black people and money

The Beatles Were Discovered by a Black Record Label, NOT the Ed Sullivan Show

The Beatles Were Discovered by a Black Record Label, NOT the Ed Sullivan Show

by Tiara Williams

How many times have we heard the story of  an unsung African American company, artist or person that was the first to introduce a product, band or art form but never received credit because someone with more money or business savvy was able to take ownership.   As a result, that creator didn’t experience his just due while, 50 years later the savvy businessman is still being recognized. Sounds familiar, right?

This is what happened to the boutique record label, Vee-Jay Records in Chicago, Il. The label was known in small pockets across the nation for their diverse music distribution. They were the first company to introduce many popular acts such as Gladys Knight and the Pips, Jimmy Hendrix and Little Richard. However, Vee-Jay’s biggest successes occurred in 1962-1964, with the growing popularity of the Four Seasons and the distribution of early Beatles material. That’s right. The Beatles. Before the Beatles were signed to Capitol, they partnered with Vee-Jay.

In the initial stages, The Beatles met great resistance from record execs claiming that the group would not sell in the US. But Vee-Jay’s knew better. The owners were husband-and-wife Vivian Carter-Bracken and James Bracken, and they had an eye for talent.

Seeing what the Beatles could bring to the world, the company created a partnership with the the Beatles management and the team began recording and pushing their singles as a launch pad into American territory.  Needless to say, the blast off was overwhelmingly successful.

The launch was so successful that the group began to gain the kind of traction they needed. But, with more attention, came larger record labels with better deals.  That’s when people like Ed Sullivan started to join the band wagon.

By 1963, The Beatles were a household name in Europe, and  Capitol Records wanted a piece of them. They signed the group and started distribution of the Beatles material, even though it was owned by Vee-Jay records.

Within a few years, Capitol had dominated all the Beatles’ recordings, including the early music and pushed the smaller company completely out of the picture. Their new management now had complete control over new Beatles releases in America.

This caused legal issues for Vee-Jay Records, which eventually had to shut their doors due to management disagreements and financial issues. Since that time, the record label has had challenges staying afloat, and keeping their doors open but they’ve managed. Under the direction of  Michele Tayler, the company is now know as The Vee-Jay Limited Partnership. Its main office is located in Connecticut.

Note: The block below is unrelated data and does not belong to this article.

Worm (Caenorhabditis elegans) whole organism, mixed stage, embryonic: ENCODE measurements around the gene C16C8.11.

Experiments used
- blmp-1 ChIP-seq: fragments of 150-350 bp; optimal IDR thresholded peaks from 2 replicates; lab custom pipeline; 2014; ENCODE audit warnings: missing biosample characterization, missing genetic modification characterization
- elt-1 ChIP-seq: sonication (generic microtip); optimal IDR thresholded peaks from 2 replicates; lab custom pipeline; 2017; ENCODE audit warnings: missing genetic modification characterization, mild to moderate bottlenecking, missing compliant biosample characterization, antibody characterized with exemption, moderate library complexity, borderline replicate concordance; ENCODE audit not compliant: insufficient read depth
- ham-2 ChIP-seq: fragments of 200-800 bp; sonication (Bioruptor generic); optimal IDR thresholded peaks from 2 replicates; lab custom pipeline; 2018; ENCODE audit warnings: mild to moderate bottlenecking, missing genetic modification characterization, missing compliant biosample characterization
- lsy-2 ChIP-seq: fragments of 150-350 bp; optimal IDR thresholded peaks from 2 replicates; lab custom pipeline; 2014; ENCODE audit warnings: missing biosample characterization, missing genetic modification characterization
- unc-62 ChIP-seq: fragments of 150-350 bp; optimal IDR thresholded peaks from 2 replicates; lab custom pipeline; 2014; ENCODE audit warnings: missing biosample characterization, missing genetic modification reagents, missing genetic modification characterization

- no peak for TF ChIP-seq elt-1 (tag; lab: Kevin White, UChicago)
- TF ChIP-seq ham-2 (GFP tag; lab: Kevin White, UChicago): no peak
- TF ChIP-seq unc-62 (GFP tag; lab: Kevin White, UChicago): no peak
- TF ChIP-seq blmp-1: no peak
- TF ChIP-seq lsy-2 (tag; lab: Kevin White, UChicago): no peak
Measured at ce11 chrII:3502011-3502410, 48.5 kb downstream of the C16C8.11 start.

This week CBS celebrated their 50th year anniversary of The Beatles first appearance on the Ed Sullivan show, and they credit the show for “discovering” The Beatles. But without Vee-Jay records, The Beatles may never have experienced their American Dream.

Financial Juneteenth lessons from this story:

1) We are learning more and more about things that whites have stolen from African Americans.  But the truth is that these stories are likely just the tip of the iceberg.  There are countless stories of African Americans creating successful businesses and being undermined by white-owned companies or having their property stolen from them via outright violence or arbitrary changes in the law.  These stories need to be told, for every time a black business is chopped down by manipulative business practices, that’s more black wealth that could never be passed on to African American children.  This only further strengthens the argument in favor of reparations.

2) If you enter into any industry where money is being made, make sure you are fully aware of the business model for that industry.  If you are a singer, dancer, actor, rapper or athlete, you should never be so concerned with the love of your craft that you don’t also understand why someone is putting you on the stage in the first place.  Not understanding the legalities and business interactions that create your current platform only increase the odds that, when the music stops playing, you’ll be left out in the cold.

black people and money

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